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Learning the basics about Asthma

May 7, 2018
Women taking a breath outside

Has a recent asthma diagnosis left you with lots of questions? While it can’t be cured, when asthma is managed properly, you can lead a normal, healthy life. As symptoms vary from person to person and change over time, it’s important to work with your healthcare team to track your condition and adjust treatment. To find out all you can about asthma, identify your triggers and prevent and relieve symptoms, here’s what you need to know:

What is Asthma?

Asthma is a chronic lung disease that causes swollen or inflamed airways making it difficult to move air in and out of the lungs. It often causes shortness of breath, chest tightness, coughing, wheezing and/or excessive mucous and can be developed at any age. Experts believe asthma is caused by a combination of environmental factors, genetics and lifestyle.

Asthma makes your lungs extra sensitive to “triggers” like a common cold, weather, dust, chemicals, pollen, pet dander or exercise. When you breathe in (or are exposed to) a trigger, your inflamed airways swell even more causing an asthma “attack.”

Always keep it in check… to monitor your asthma and make you feel more in control of your life and health, you should:

  • Identify Triggers. Figure out what’s causing your asthma attacks so you can avoid triggers, or prepare your body before exposure. Start looking for trends in your flare ups by keeping an asthma diary and go for testing to identify allergens. Once you know what’s causing your inflammation, you’ll have to make some changes. Switch linens regularly, get your annual flu shot, keep pets out of the bedroom, stay inside on days when pollen counts are high or use your medication before physical activity. Everyone’s plan of action will be a little different.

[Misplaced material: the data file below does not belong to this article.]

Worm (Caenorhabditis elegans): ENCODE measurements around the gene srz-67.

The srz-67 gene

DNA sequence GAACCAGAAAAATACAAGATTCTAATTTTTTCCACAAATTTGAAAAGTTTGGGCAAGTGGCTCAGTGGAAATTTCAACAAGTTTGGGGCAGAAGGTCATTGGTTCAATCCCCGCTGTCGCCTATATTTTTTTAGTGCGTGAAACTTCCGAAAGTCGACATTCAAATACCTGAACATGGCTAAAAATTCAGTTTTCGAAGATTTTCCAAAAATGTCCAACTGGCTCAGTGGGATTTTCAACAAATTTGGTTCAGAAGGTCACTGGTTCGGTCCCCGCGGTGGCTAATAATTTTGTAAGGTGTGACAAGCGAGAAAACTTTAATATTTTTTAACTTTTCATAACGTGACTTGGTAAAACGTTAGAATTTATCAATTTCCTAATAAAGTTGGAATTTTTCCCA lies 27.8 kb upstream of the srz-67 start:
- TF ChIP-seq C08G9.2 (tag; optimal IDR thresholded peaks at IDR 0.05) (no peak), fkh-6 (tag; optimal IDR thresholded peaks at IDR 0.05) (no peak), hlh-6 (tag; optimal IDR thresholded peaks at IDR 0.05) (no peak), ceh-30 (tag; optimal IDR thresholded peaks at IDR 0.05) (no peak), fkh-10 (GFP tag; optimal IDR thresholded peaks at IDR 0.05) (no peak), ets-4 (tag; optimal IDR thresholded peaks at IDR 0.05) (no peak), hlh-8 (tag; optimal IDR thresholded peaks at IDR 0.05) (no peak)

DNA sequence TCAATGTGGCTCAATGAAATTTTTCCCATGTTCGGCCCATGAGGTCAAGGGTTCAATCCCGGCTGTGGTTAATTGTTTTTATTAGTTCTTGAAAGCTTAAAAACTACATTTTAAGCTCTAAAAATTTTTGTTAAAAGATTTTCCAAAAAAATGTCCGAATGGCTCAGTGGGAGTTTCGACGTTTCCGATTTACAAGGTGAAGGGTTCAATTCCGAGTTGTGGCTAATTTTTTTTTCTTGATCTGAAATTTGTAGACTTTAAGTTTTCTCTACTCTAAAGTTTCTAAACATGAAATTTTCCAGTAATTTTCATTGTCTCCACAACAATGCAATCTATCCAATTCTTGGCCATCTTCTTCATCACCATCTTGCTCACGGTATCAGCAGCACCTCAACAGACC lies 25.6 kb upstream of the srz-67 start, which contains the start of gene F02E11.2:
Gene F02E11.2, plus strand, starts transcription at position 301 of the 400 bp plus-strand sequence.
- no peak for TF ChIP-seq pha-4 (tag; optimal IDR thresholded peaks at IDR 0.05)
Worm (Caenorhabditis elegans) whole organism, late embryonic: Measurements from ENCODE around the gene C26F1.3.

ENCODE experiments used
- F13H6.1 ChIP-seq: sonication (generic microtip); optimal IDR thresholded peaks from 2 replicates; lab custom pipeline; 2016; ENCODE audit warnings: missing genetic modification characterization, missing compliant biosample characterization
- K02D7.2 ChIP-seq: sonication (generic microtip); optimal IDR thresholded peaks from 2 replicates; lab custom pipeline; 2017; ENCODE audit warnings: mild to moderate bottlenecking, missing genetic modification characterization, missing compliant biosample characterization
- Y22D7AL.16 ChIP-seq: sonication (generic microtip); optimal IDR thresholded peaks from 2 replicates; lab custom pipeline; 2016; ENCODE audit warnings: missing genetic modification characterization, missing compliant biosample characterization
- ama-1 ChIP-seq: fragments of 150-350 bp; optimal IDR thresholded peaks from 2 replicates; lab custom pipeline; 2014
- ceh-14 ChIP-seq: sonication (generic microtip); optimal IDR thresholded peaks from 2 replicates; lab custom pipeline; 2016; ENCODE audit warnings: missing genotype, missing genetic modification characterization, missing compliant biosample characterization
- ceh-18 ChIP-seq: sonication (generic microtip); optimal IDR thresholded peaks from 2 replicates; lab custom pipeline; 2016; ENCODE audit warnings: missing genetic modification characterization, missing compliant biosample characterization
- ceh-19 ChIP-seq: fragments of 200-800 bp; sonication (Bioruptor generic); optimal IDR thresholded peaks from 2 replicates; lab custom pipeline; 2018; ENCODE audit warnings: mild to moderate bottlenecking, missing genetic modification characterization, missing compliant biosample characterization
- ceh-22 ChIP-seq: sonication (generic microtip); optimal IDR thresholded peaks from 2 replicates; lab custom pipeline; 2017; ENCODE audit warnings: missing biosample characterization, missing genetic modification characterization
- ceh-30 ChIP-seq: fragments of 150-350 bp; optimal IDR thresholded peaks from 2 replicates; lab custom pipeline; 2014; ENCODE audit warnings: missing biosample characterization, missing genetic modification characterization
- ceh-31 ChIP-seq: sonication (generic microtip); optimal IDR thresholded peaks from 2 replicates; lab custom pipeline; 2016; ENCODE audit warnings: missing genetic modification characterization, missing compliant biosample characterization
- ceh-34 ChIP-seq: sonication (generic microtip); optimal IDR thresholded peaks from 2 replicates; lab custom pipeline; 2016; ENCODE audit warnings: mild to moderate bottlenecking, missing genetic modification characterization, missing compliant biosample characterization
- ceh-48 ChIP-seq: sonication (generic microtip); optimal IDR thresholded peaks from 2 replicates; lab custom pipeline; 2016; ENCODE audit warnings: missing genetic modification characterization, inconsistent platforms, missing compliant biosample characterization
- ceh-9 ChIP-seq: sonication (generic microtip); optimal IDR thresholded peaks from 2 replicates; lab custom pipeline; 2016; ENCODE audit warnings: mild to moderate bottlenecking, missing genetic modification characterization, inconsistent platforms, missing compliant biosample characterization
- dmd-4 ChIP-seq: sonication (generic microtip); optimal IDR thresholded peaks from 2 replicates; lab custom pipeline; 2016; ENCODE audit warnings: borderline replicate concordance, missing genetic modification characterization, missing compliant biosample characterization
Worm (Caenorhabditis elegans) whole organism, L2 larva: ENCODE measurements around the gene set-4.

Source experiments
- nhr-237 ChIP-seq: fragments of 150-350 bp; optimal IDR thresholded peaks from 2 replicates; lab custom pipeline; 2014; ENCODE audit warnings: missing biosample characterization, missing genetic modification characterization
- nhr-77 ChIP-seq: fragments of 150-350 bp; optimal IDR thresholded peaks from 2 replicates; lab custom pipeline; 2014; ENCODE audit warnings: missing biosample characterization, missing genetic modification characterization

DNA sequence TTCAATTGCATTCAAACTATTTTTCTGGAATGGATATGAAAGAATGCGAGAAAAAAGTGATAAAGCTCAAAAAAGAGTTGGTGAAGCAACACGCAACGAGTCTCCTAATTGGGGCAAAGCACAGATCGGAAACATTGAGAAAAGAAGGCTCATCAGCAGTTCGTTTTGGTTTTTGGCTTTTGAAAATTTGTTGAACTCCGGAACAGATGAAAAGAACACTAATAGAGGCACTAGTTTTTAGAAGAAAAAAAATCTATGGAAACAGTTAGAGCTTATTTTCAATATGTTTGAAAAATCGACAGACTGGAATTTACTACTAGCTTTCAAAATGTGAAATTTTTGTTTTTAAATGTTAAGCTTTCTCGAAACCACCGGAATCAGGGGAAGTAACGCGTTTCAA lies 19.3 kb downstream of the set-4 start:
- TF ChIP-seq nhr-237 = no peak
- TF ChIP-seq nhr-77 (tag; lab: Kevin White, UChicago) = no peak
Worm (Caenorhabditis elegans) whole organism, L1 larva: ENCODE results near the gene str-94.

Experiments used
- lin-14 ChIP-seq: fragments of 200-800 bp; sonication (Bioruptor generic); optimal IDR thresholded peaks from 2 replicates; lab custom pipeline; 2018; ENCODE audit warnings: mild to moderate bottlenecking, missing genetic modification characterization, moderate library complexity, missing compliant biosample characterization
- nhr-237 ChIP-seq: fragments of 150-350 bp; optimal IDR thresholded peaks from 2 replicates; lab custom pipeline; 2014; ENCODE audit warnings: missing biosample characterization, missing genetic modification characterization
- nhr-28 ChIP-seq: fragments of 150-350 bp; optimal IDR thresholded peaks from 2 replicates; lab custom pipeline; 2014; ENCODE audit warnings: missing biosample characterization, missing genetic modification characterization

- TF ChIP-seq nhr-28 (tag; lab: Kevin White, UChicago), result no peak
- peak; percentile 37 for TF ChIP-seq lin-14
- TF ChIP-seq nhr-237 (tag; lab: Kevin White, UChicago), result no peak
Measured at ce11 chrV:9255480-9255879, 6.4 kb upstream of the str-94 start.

• Take your medication. To control your asthma, you’ll likely need to take two different types of medication—don’t leave home without them. Long-term control medicines reduce inflammation and your body’s response to triggers and quick-relief or “rescue” medicines act fast to open tight airways during an attack. Long-term, preventative medications are usually taken daily and you should start to experience fewer symptoms over time. Typically, both preventative and rescue medications are given through inhalers so the medicine can go straight to your lungs with less side effects than pills. Your doses may need to be adjusted, so tell your doctor if you notice you’re using your quick acting inhaler more than usual.
  • Know when to get help. You should seek medical attention immediately if you experience the signs of a serious asthma attack. These include: inability to catch your breath or talk in phrases; using your inhaler without improvement; difficulty walking; straining your chest muscles to breathe; and/or blue lips or fingernails

For some people asthma is just a minor nuisance, but for others it can interfere with daily activities and cause life-threatening attacks. Instead, take control by finding a treatment plan that works for you to keep you healthy and breathing well.

For more information on managing your asthma, visit: